Trolls – the big ugly ones that will accidentally on purpose squash you. Like their rural goblin cousins, they are both overly fond of going into extreme detail about your role in their next meal and have a fondness for hidden caves, as exposure to direct sunlight turns them to stone (and they need somewhere to store all the loot they nick off their victims’ bodies). That said, if you can keep them distracted until sun up, you can claim their loot and make a profit out of the encounter.

Elementals – back in days of yore, when the fae ran rampart, a wide variety of elementally inclined fae could be found lurking in perfectly innocent items of landscape. Trees conceal dryads, every body of water is teeming with nymphs, kelpie, mermaids and other beasties waiting to drag you in and drown you; there’s sylphs in the air and salamanders in fire and none of them want to invite you over for tea and cakes…

Territorialism

Fae are territorial by nature and take trespass very seriously. Not that they need much of an excuse to mess you up, mind, but if you can stay out of the areas they count as particularly special, you might live a few more seconds than the idiots who go skipping up the wrong hill or dancing around the wrong stone.

Fairy rings are clearly marked by circles of visible mushrooms or toadstools, or rings of darker grass (and rumours that this latter is an effect caused by harmless fungus is just propaganda designed to get you into the danger zone…).  Rings can either mark gateways into fae territory or popular party zones for the feral little buggers, or they can simply trap any unwary traveller who happens to step into them. Mark them as something to be avoided at all costs and you should be fine.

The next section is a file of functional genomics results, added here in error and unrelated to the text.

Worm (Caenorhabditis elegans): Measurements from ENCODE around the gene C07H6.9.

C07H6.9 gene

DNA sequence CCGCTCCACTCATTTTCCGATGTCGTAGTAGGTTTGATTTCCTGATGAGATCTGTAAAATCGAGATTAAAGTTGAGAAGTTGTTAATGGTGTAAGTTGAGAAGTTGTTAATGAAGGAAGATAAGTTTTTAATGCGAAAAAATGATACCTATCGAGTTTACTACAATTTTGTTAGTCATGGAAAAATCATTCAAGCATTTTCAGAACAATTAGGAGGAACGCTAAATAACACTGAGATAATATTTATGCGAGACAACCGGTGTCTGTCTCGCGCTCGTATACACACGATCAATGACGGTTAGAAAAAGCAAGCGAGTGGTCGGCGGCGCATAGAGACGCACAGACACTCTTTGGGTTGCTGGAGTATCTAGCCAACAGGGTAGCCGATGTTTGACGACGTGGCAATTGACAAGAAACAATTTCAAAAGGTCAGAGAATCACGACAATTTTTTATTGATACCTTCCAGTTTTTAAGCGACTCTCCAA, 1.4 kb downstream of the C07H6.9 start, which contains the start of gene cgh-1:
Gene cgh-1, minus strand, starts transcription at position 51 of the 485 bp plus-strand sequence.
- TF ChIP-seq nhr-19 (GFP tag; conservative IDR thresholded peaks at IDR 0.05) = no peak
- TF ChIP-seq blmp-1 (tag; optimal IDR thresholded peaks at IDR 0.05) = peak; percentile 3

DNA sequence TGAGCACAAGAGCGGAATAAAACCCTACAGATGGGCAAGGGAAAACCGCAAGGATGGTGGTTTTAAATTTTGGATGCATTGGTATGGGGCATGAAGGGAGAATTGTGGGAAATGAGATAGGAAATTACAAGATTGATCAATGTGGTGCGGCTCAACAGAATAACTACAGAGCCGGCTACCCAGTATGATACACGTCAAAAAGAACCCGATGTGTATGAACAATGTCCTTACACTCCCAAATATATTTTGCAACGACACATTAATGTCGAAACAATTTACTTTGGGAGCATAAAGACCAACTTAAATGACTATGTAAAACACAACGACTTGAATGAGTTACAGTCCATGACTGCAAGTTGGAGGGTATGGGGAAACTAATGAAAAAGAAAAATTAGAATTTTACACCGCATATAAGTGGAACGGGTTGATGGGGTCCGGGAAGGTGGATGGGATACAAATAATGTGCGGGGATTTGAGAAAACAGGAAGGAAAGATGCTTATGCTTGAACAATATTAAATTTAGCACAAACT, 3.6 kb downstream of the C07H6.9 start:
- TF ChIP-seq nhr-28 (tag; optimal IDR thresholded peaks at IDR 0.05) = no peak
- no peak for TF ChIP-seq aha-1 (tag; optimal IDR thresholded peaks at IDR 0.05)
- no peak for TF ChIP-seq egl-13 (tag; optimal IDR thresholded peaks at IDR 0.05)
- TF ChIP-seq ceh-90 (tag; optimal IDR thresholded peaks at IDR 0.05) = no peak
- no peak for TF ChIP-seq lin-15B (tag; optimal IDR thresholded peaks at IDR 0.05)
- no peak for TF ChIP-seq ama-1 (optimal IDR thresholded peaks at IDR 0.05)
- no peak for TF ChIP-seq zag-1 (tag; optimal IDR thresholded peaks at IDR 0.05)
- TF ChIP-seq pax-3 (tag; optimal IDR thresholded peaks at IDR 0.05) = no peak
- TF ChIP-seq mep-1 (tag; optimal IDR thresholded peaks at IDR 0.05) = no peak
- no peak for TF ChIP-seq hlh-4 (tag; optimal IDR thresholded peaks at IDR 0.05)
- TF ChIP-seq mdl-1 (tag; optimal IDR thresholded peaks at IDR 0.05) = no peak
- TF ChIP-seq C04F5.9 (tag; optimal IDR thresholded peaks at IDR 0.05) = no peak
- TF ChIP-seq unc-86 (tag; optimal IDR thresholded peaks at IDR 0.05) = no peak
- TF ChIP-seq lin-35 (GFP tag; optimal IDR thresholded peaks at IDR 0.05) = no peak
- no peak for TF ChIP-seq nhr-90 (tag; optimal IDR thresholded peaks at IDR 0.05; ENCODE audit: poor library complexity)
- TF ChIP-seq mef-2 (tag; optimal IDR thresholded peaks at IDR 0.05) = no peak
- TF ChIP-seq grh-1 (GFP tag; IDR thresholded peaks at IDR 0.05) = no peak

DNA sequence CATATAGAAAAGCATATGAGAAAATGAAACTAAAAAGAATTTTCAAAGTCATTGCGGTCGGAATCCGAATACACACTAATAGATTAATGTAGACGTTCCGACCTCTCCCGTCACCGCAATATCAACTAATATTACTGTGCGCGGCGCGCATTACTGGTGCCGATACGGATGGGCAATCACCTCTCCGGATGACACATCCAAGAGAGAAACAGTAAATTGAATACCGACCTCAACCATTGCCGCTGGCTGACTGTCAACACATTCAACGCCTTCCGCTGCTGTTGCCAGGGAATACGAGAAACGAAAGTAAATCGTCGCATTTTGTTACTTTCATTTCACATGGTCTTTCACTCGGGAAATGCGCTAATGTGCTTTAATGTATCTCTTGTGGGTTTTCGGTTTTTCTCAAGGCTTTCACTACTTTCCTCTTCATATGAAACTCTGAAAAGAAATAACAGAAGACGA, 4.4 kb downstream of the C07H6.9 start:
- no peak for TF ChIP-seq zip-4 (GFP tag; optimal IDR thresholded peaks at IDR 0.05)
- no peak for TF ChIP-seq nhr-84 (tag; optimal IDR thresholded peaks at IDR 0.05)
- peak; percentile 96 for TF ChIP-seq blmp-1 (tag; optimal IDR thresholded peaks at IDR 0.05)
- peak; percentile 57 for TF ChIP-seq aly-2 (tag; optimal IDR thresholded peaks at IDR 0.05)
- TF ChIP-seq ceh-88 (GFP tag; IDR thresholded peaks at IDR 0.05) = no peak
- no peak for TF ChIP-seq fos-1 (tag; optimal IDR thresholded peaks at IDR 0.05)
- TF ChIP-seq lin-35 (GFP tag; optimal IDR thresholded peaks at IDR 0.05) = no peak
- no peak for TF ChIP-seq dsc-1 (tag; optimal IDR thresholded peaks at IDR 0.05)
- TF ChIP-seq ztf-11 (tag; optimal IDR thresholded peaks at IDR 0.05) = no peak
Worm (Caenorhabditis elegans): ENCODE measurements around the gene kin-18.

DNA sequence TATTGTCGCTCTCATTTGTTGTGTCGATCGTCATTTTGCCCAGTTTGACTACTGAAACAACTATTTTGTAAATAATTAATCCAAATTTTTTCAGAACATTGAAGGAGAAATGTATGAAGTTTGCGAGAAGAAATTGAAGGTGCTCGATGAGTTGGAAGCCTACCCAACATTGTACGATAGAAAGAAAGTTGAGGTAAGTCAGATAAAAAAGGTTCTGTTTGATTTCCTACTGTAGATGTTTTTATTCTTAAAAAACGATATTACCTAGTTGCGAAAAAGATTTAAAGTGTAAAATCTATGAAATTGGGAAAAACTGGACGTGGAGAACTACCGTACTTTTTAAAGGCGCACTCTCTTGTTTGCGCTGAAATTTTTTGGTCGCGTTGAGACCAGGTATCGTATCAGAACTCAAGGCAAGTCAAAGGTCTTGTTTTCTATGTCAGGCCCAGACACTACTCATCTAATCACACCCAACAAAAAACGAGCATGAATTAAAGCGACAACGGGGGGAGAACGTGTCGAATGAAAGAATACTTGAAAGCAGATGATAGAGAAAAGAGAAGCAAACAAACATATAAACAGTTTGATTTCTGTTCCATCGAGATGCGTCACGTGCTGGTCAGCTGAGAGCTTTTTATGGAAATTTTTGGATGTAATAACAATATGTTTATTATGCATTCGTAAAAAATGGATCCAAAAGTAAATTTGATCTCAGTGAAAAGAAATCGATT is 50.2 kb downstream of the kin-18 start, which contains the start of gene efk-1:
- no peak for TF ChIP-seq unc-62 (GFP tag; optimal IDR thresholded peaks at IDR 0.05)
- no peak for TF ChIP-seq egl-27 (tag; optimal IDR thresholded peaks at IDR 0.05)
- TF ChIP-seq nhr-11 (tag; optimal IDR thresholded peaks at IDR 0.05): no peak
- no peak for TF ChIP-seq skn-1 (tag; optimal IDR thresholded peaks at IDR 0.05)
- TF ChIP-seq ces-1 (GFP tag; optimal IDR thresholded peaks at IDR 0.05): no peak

Stone circles, bronze-age earthworks and iron-age hill forts are also known haunts of the fae, especially around Midsummer Eve, so time your tourist trips carefully or you’ll end up laden with curses, taken as prisoner or splatted across the landscape.

Know Your Weapons

Luckily they have allergies. Salt, iron, holy water, bell ringing, holy symbols and holy names all work as deterrents. Four leaf clovers can be used to break fairy glamours and St John’s Wort, red verbena and rowan are known to counter fairy spells.

If you think you can convert the fae to your side or just want to sweeten them up so they don’t bother you so much, then try putting out offerings of milk or food – rumour has it that the Chicago variant of urban fairy are especially susceptible to gifts of pizza (possibly they’ve been hanging out too much with the turtle apocalypse threats in New York).

And if nothing else, you can use their factionalism against them. A little well placed propaganda of your own will get them nicely distracted with a fae civil war and if they don’t manage to destroy each other, they’ll at least deplete the ranks enough for the human resistance to swoop in and finish the job.

battleaxebunny out.

*Fairy poster (c) Lars Elling Lunde